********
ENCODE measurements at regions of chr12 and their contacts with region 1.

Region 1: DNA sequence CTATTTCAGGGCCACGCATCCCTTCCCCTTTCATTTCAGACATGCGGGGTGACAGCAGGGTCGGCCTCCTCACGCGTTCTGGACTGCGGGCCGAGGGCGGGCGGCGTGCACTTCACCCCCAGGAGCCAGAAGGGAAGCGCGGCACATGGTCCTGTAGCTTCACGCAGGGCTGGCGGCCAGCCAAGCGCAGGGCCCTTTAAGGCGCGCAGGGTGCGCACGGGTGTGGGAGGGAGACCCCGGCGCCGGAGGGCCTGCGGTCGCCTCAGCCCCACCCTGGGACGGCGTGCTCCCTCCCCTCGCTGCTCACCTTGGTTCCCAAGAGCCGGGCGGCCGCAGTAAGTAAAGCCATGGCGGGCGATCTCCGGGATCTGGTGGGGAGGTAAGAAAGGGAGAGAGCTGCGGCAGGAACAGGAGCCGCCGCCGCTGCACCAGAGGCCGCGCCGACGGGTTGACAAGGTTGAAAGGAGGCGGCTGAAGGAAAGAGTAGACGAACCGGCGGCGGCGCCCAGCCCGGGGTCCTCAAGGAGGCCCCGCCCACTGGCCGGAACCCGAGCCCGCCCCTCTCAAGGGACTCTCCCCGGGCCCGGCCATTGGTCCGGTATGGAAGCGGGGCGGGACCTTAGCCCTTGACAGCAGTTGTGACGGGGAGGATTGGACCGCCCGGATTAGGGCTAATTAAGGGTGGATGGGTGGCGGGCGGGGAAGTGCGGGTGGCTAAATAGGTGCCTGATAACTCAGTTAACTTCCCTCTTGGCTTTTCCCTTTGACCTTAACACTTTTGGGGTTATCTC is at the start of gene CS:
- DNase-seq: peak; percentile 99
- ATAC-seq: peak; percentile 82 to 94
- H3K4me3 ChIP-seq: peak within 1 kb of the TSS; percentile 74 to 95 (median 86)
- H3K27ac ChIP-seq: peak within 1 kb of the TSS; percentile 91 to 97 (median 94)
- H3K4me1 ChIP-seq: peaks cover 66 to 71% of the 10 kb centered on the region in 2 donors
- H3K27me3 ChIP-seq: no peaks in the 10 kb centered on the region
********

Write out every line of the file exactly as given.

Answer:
ENCODE measurements at regions of chr12 and their contacts with region 1.

Region 1: DNA sequence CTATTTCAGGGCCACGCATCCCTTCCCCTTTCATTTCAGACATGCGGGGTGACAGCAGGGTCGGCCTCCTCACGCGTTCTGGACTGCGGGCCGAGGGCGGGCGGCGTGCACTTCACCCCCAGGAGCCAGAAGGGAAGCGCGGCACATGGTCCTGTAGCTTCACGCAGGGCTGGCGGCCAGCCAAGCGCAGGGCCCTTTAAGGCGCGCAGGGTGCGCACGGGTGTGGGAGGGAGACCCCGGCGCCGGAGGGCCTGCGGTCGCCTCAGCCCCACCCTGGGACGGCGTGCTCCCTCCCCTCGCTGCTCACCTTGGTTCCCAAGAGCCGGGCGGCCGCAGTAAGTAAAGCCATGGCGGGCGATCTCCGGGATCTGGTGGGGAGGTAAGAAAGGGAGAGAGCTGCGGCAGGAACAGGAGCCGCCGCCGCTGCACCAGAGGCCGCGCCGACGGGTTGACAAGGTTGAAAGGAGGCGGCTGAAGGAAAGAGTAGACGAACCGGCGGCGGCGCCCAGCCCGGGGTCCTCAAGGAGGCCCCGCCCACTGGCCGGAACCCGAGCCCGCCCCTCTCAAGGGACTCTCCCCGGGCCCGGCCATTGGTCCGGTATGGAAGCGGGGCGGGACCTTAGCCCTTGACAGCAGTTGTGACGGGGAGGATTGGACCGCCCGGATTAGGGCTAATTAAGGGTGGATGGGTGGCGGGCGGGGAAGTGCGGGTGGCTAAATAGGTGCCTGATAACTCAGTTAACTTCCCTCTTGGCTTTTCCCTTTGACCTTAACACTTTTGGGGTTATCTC is at the start of gene CS:
- DNase-seq: peak; percentile 99
- ATAC-seq: peak; percentile 82 to 94
- H3K4me3 ChIP-seq: peak within 1 kb of the TSS; percentile 74 to 95 (median 86)
- H3K27ac ChIP-seq: peak within 1 kb of the TSS; percentile 91 to 97 (median 94)
- H3K4me1 ChIP-seq: peaks cover 66 to 71% of the 10 kb centered on the region in 2 donors
- H3K27me3 ChIP-seq: no peaks in the 10 kb centered on the region